Russell T. Baker Sr., founder of the Russell T. Baker & Co. real estate firm and an advocate of open housing laws, died Thursday of heart disease at Union Memorial Hospital. He was 85.
Mr. Baker, who recently had moved into the Roland Park Place Retirement Community, had lived for more than three decades on Tunbridge Road in Homeland.
Mr. Baker's career as a salesman had an inauspicious beginning. After earning a degree in German from Hobart College in 1935, Mr. Baker took a job as a salesman with Firestone Tire & Rubber Co. in New York City, where his boss told him he'd never become a successful salesman.
He promptly quit and moved to Maryland, where he took a job teaching German at the Severn School in Severna Park in 1937, and later helped manage the Bard-Avon School, said his son, Russell T. Baker Jr. of Columbia, a Baltimore attorney and former federal prosecutor.
From a one-room office in the Munsey Building on Calvert Street in downtown Baltimore, he began selling real estate in 1947, taking advantage of the post-World War II building boom and veterans' demand for housing.
By the 1980s, his firm, which had become the largest residential real estate brokerage in the area, could boast 500 full-time employees in 15 offices, with annual sales in the millions. In 1983, Mr. Baker sold his company to Coldwell Banker, but he continued to manage it until retiring in 1987.
"He was a worthy competitor, and when [he beat you], you didn't mind because you were beaten by the best," said James P. O'Conor, founder of O'Conor & Flynn in 1961, predecessor of today's O'Conor, Piper & Flynn ERA.
"He was unquestionably the leader of our industry in our time. He was the gentleman we all looked up to. He was the role model. He set the standards, and we tried to emulate them," Mr. O'Conor said.
During the 1960s, Mr. Baker championed the cause of equal opportunity, supporting open and fair housing laws at a time when that idea was not popular with the Real Estate Board of Greater Baltimore, now the Greater Baltimore Board of Realtors.
"The board had earlier opposed it because they felt property rights were more sacred than human rights, that the owner's right to sell was the important thing," said Malcolm Sherman, a longtime friend and real estate consultant.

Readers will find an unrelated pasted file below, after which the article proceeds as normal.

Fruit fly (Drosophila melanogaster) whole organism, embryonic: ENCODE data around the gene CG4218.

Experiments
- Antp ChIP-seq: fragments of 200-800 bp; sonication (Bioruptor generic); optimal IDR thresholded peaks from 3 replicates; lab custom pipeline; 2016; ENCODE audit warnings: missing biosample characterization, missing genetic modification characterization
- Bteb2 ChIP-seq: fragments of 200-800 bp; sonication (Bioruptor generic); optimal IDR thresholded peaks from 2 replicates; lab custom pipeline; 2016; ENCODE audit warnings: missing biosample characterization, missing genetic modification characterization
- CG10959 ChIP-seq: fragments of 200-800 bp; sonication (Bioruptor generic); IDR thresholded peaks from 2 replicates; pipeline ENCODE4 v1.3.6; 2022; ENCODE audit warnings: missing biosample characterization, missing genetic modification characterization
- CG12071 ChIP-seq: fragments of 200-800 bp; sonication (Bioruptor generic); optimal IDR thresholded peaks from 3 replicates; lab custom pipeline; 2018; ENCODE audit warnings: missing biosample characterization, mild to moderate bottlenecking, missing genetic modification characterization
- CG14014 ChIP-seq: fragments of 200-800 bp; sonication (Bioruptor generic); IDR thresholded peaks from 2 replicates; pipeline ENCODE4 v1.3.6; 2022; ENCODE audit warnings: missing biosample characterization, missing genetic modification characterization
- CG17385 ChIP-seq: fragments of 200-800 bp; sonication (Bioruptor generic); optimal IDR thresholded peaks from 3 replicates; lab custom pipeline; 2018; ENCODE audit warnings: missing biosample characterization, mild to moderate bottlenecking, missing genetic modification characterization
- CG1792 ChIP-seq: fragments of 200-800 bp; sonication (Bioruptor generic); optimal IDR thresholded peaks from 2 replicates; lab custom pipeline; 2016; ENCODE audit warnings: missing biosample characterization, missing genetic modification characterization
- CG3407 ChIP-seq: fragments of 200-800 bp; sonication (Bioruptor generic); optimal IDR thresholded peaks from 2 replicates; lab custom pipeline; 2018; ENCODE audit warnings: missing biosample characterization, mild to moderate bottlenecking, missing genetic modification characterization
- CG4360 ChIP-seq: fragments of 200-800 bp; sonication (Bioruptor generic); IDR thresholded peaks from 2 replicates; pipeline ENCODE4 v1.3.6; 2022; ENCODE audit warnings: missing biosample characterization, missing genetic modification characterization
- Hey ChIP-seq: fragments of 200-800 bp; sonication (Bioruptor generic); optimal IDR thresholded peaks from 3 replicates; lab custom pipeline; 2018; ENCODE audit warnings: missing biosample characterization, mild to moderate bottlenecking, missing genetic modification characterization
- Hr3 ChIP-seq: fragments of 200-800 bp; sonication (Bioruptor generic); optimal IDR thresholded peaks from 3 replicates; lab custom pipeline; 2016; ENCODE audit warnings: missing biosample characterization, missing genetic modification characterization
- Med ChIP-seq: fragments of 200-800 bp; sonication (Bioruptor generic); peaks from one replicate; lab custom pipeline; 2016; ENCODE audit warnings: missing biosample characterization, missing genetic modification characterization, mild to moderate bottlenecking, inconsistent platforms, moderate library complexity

"When [Mr. Baker] was president of the board, he tried to get their voluntary cooperation and support of open-occupancy legislation on both the city, state and federal level," he said.
In 1965, Mr. Baker and the board urged President Lyndon B. Johnson to extend an executive order on equal opportunity in housing to cover conventional lending on home mortgages by federally chartered and insured institutions, regardless of race, creed, color or national origin.
The board hoped the action would bring better housing for minority groups, preserve neighborhoods and stabilize real estate value. "It was the only real estate board in the country to take such a stand," said Mr. Sherman, who called Mr. Baker "a pioneer."
He described him as a "caring, compassionate human being who was deeply concerned about seeing that minorities could gain access to equal housing."
"Business associates came to his office and warned him that he would ruin his business if he kept up such advocacy," said Baker's son. "He stubbornly fought for it and didn't care if it ruined him."
Mr. Baker was named Realtor of the Year, and in 1987 was given the Realtor's Lifetime Achievement Award by the Greater Board of Baltimore Realtors.
Born and raised in Newton Lower Falls, Mass., the son of a soldier, Mr. Baker was reared in humble circumstances during the Depression.
He was a 1931 graduate of Ayer (Mass.) High School and, while attending Hobart on a scholarship, worked his way through college by waiting tables at a fraternity house.
"He never forgot what it was like to be on the bottom, and he always rooted for the underdog -- even in the World Series. That's why I think he was an ardent FDR-Truman Democrat," said his son.
He was an avid golfer and was a member of the Baltimore Country Club and the L'Hirondelle Club in Ruxton.
He was a communicant and former vestryman at the Episcopal Church of the Redeemer, 5603 N. Charles St., where a memorial service will be held at 11 a.m. Friday.
In addition to his son, Mr. Baker is survived by his wife of 59 years, the former Grace Hills Almond; a daughter, Elizabeth A. Baker of Baltimore; a brother, Walter Baker of Morgan, Utah; and four grandchildren.
Memorial contributions can be made to Jubilee Baltimore, 2000 E. Lombard St., Baltimore 21231.